As to schools, there are many schools and systems to look into from homeschooling to hybrids to private. When I was only part-time employed, we were looking at either home-schooling with a co-op or a hybrid private arrangement that would fit our budget. Now that I'm full-time again, we've found a really good private school that's just affordable, but nowhere near the price tag of the elite schools.

In a fully socialized economy, they tax ever more and more of what you make to prop up ever larger bureaucratized systems that wind up being pretty much the only ones allowed under law. You can't even go outside those systems unless you go all the way outside those systems, so in the NHS, if they decide not to offer a medication, you don't get it ... unless you are prepared to pick up 100% of all your medical expenses, even if you could pay for the cost of your medicine alone. They don't let you do that.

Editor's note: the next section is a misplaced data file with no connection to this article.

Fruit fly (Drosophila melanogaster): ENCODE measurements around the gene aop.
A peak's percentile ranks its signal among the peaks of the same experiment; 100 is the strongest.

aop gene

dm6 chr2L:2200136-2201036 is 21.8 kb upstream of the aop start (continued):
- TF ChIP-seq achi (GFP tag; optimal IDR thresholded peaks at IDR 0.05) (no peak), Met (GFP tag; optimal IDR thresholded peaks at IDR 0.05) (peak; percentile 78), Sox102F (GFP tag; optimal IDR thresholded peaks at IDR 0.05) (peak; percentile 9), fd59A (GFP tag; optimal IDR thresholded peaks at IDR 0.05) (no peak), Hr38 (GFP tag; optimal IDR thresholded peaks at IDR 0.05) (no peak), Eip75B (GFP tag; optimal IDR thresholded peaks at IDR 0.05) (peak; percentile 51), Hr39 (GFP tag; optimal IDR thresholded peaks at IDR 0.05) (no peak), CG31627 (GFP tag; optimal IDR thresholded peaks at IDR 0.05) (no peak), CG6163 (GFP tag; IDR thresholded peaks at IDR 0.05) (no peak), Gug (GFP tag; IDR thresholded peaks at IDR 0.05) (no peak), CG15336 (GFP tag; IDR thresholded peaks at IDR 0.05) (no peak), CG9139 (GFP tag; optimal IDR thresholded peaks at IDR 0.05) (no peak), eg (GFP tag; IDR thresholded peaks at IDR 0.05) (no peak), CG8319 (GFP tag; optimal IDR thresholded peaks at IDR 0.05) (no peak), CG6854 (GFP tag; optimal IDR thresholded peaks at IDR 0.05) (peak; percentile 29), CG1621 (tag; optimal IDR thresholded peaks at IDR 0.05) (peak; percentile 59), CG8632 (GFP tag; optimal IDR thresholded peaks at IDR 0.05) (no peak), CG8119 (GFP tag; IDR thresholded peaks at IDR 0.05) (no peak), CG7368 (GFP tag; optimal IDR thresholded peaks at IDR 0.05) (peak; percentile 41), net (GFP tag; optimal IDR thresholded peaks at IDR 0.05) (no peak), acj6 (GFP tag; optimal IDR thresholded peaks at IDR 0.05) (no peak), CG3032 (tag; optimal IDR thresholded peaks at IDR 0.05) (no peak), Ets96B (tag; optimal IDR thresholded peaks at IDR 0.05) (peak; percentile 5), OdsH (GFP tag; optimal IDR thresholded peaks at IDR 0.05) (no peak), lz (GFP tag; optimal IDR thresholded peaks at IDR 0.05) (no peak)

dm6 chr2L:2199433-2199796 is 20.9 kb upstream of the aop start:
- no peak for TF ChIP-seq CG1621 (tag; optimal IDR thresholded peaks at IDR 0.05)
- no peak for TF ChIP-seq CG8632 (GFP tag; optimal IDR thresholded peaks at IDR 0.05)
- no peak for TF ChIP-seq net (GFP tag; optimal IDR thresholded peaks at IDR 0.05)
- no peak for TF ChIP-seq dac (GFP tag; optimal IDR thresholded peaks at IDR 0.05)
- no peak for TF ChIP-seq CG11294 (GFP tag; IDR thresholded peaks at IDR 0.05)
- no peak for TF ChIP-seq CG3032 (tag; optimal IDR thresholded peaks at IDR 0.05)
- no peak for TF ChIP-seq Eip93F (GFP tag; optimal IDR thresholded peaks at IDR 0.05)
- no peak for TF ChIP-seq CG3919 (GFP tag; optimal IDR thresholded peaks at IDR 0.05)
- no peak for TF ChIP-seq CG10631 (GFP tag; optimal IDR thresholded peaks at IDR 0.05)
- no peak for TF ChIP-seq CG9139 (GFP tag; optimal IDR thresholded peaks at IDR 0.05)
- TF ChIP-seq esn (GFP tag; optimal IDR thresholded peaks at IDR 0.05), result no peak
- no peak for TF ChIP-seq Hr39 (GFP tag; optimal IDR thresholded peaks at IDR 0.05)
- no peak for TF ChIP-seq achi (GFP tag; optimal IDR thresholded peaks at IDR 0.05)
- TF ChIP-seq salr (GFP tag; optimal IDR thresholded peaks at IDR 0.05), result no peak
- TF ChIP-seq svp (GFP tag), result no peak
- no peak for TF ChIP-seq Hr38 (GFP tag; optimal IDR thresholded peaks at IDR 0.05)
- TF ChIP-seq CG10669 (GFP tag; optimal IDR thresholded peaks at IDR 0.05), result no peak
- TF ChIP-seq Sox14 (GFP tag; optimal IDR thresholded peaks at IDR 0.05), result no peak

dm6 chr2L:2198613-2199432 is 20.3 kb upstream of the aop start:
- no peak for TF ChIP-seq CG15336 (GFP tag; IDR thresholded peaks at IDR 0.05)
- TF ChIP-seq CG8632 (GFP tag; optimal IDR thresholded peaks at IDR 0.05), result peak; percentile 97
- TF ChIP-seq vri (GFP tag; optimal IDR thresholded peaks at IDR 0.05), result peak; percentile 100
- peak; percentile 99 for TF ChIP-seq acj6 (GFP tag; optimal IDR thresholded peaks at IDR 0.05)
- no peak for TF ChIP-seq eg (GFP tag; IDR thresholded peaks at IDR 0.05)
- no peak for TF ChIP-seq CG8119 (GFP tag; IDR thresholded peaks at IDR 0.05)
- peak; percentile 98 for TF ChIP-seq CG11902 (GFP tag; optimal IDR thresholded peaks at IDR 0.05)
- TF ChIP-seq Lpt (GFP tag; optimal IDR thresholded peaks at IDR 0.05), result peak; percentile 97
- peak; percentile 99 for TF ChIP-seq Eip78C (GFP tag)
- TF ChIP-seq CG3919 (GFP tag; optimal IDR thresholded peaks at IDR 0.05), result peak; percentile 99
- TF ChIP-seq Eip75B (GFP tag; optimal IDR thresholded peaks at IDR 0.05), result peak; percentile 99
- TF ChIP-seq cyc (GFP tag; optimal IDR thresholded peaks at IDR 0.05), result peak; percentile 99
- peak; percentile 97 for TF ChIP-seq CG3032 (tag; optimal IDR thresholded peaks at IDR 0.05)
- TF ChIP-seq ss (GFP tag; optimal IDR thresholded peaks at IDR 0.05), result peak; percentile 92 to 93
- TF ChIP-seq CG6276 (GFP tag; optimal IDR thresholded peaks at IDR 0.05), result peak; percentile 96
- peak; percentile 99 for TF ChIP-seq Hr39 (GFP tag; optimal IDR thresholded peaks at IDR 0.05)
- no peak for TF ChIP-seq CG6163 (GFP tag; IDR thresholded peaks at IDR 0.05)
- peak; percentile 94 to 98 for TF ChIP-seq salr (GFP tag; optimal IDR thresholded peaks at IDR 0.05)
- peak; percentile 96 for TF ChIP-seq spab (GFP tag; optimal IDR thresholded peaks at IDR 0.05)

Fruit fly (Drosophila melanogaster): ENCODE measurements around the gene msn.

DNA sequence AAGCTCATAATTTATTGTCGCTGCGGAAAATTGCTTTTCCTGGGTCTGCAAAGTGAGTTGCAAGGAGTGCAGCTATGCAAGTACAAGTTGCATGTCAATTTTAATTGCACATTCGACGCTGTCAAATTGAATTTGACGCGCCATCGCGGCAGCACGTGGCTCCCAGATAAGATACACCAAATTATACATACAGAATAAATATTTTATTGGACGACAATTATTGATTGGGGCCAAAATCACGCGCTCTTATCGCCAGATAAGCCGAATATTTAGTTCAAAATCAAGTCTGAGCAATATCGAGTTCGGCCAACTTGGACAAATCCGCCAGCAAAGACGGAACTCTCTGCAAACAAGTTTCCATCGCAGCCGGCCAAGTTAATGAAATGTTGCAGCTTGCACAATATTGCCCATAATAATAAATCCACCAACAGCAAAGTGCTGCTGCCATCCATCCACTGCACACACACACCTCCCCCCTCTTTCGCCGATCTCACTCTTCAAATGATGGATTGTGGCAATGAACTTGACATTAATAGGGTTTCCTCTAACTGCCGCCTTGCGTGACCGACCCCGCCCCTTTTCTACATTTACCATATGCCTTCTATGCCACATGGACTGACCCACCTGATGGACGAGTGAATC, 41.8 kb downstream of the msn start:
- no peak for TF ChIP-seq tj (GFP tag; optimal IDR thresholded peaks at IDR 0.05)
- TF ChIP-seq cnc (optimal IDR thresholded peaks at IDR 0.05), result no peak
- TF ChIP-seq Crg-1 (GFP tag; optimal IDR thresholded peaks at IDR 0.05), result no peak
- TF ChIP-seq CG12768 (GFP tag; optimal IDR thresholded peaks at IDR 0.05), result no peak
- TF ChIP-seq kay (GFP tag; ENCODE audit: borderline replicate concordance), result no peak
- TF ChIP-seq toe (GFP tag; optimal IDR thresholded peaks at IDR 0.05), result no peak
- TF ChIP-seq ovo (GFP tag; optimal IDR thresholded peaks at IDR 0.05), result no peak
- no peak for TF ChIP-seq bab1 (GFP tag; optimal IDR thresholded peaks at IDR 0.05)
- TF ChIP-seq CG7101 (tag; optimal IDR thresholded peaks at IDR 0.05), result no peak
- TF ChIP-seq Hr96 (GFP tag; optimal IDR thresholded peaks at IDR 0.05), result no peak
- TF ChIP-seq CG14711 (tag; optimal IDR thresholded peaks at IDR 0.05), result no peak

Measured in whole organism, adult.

So, you settle and you hope it's good enough.

If I'm forced to settle, I want it to be my choice and my responsibility that caused it, not some lame bureaucrat somewhere who decided it was "best" and for the "greater good."



posted on Feb, 24 2014 @ 06:43 PM
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NullVoid
reply to post by Bluesma
 



If you want to fulfilled your "wants" capitalism is the way, but notice ? there a more losers than gainers and "wants" have no limit.

The problem with capitalism is this - once healthcare "wants" more money, there will be lots of people who cannot afford the price. The real reason you have USA healthcare problem in the first place.